- Remove any hardware that is on the piece of furniture. Place these in a plastic zipper bag to reattach later.
- Work outside in a well-ventilated area. Work in a covered area if possible to keep debris from falling into your stain and ruining the project. Cover any work surface to protect it from the stripper or the stain.
- Apply the stripper to the pecan wood using a natural bristle paintbrush. Allow the stripper to sit for as long as the manufacturer's directions suggest.
- Scrape off the stripper and the old finish using a plastic scraper. Do not use a razor blade as this will scratch and gouge the wood.
- Sand the entire surface of the pecan wood using 200-grit sandpaper. Wipe off all the dust and debris with a damp rag.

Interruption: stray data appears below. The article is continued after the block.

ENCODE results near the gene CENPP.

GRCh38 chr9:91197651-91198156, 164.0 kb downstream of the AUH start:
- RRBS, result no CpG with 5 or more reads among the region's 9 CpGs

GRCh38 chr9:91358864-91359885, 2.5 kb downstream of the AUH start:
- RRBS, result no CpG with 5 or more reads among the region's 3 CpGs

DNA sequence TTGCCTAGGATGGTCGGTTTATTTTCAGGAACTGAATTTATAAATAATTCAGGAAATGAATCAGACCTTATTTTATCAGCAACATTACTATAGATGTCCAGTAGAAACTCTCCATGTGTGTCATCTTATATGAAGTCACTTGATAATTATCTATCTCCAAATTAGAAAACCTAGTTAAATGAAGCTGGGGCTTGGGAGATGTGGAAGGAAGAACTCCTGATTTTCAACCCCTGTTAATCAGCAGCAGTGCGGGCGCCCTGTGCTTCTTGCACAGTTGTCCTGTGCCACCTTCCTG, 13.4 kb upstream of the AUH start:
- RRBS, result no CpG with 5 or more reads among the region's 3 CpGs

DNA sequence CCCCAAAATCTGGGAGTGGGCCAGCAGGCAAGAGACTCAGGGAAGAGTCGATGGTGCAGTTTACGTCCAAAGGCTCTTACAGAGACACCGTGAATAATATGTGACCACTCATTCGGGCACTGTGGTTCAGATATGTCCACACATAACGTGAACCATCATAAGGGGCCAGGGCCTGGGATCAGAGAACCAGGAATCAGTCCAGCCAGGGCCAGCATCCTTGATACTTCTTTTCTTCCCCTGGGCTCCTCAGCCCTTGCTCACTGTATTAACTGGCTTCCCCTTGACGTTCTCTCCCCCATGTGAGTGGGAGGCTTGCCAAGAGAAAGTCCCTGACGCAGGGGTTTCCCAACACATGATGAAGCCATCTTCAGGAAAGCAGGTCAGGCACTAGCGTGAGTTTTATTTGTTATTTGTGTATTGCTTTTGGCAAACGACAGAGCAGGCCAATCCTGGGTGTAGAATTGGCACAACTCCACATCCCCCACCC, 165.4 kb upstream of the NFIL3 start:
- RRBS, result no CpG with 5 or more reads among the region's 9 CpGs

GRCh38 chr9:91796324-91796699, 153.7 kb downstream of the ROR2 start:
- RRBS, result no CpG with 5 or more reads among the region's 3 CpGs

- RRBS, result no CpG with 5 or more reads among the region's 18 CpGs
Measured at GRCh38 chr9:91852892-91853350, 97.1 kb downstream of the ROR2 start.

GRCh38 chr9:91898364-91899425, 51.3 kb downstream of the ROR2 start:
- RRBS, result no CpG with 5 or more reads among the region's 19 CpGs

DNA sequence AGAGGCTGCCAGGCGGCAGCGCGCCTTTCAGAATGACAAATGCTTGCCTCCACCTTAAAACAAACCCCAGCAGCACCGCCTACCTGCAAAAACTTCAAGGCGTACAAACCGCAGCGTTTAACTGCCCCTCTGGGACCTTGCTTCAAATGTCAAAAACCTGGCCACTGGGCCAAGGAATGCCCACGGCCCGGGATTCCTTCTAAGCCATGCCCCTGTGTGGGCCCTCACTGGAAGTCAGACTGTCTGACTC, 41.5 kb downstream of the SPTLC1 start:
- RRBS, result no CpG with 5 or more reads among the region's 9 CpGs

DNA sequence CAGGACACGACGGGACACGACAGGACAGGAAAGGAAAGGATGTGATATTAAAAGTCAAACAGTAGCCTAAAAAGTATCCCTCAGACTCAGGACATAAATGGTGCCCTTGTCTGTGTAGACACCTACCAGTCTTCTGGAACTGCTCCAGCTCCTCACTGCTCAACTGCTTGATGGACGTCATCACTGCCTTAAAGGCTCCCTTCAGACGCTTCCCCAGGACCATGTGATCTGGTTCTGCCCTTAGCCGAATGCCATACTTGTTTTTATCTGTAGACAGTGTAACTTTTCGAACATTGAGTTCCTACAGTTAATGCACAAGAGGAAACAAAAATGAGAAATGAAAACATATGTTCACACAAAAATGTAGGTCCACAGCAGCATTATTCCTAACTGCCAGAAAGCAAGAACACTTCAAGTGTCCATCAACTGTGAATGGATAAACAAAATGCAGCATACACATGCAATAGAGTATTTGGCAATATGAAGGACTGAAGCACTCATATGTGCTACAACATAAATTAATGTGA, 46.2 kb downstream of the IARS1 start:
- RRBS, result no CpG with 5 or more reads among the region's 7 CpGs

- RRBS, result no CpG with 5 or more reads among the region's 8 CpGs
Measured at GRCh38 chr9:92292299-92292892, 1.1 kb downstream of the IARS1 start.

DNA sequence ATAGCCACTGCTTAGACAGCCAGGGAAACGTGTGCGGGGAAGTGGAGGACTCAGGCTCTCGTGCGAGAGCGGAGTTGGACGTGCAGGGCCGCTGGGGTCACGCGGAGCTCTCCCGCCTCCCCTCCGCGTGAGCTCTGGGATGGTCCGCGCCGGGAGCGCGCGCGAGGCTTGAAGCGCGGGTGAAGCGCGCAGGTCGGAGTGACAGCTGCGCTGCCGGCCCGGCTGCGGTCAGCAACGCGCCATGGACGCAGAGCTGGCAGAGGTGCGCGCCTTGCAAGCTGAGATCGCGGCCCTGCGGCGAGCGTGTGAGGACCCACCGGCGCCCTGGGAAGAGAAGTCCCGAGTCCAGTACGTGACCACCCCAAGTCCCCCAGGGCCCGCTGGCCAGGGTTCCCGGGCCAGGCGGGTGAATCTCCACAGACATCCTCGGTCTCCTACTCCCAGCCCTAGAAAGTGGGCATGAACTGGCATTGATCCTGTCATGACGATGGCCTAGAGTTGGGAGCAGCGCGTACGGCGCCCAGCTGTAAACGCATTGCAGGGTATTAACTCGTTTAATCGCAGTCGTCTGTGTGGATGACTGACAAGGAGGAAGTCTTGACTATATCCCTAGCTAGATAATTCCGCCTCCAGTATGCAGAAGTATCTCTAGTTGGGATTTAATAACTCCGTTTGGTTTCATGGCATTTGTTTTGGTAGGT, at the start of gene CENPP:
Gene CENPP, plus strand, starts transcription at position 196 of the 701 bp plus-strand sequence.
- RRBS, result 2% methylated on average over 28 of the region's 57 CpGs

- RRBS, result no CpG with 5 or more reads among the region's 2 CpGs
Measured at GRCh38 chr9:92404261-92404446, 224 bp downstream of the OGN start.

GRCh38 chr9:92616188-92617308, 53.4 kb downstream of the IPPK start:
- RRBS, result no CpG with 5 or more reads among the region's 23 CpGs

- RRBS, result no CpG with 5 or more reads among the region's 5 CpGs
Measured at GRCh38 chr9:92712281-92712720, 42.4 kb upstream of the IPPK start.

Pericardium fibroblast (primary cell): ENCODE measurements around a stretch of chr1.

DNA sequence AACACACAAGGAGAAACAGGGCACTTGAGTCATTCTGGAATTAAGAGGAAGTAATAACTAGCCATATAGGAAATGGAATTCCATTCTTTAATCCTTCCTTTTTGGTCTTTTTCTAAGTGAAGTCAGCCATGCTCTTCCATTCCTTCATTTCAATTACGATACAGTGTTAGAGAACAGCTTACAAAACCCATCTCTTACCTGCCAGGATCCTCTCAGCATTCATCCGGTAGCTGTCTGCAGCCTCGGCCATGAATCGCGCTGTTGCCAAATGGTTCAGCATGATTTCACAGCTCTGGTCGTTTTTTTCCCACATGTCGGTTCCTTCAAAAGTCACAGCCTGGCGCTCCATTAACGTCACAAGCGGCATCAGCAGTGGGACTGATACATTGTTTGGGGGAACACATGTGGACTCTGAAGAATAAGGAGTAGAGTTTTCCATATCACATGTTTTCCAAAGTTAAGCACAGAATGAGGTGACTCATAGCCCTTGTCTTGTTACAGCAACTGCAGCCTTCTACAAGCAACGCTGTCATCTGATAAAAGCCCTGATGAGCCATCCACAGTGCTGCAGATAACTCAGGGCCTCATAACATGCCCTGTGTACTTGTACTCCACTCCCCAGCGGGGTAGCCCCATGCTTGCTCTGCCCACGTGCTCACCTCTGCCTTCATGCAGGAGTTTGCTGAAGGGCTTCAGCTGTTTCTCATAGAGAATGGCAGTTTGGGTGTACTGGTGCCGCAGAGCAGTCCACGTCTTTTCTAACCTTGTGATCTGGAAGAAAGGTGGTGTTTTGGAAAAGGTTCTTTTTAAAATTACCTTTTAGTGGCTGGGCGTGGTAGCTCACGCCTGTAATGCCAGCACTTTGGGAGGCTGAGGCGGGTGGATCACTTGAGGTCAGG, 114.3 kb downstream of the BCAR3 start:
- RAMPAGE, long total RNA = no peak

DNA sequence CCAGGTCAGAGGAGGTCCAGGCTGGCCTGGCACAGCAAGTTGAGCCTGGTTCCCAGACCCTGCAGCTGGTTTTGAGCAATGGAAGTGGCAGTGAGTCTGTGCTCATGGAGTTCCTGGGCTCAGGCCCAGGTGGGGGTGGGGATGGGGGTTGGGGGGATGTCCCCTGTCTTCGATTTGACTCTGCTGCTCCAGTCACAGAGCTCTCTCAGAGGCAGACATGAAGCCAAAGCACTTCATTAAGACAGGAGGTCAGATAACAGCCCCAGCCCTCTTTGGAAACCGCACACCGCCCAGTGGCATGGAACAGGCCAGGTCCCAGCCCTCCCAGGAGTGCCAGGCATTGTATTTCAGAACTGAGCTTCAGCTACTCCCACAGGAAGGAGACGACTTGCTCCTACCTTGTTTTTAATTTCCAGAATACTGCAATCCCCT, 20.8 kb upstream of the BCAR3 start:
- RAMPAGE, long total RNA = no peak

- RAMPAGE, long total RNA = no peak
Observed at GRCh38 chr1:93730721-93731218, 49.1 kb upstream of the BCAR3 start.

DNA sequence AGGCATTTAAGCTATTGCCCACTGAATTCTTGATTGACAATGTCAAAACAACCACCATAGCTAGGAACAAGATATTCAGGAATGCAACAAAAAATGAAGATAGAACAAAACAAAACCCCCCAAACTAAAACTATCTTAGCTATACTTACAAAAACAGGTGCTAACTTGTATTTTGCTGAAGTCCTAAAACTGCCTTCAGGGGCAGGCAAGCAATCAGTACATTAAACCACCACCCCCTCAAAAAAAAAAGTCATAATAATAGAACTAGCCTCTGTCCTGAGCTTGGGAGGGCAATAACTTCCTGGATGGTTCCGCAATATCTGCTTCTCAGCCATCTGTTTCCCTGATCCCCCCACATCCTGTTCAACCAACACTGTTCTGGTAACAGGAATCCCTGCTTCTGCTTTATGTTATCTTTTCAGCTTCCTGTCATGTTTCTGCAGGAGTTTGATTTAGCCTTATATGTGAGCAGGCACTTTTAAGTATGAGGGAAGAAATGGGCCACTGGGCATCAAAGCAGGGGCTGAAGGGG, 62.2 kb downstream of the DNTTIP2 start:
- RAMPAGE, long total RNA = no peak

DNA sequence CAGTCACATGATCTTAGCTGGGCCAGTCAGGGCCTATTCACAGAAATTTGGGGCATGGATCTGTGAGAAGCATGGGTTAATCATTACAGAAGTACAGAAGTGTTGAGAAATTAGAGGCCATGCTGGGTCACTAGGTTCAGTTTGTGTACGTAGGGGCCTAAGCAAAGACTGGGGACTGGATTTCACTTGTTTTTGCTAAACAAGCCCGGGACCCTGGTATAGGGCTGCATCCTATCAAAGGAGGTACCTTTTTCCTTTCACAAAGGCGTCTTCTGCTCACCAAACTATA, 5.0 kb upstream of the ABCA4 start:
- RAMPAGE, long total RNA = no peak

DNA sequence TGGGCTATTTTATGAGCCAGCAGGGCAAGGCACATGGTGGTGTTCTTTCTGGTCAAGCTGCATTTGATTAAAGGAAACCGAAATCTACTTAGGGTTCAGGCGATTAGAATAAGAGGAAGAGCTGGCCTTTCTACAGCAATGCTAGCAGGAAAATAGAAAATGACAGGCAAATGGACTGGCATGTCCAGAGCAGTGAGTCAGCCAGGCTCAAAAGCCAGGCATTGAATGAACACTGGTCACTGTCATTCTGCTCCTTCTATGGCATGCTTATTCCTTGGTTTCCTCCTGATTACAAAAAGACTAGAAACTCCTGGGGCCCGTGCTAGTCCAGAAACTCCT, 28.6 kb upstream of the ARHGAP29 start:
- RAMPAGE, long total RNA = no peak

- Feel the surface of the wood. Look for imperfections or spots that are not perfectly smooth. Re-work these areas if necessary.
- Apply the stain using a clean rag. Wipe in one direction along the grain of the wood. Cover the pecan wood completely and evenly. Let the stain dry for twenty-four hours.
- Check the surface of the pecan wood over to make sure the stain is even. Apply a second coat of stain if desired. Allow the stain to dry for 72 hours.
- Reattach any hardware.
Things You Will Need
- Plastic zipper bag
- Stain with polyurethane included
- Using a stain that already includes the polyurethane saves you several steps. Use regular stain and a polyurethane finish if desired. Make sure to lightly sand the stain before applying the polyurethane and also sand between each coat of polyurethane for a smooth professional look.
- It is a good idea to allow your piece of furniture to cure for a week before placing any knickknacks on it. If the finish is not completely dry, these items can cause damage to the surface of your furniture and imperfections in your finish.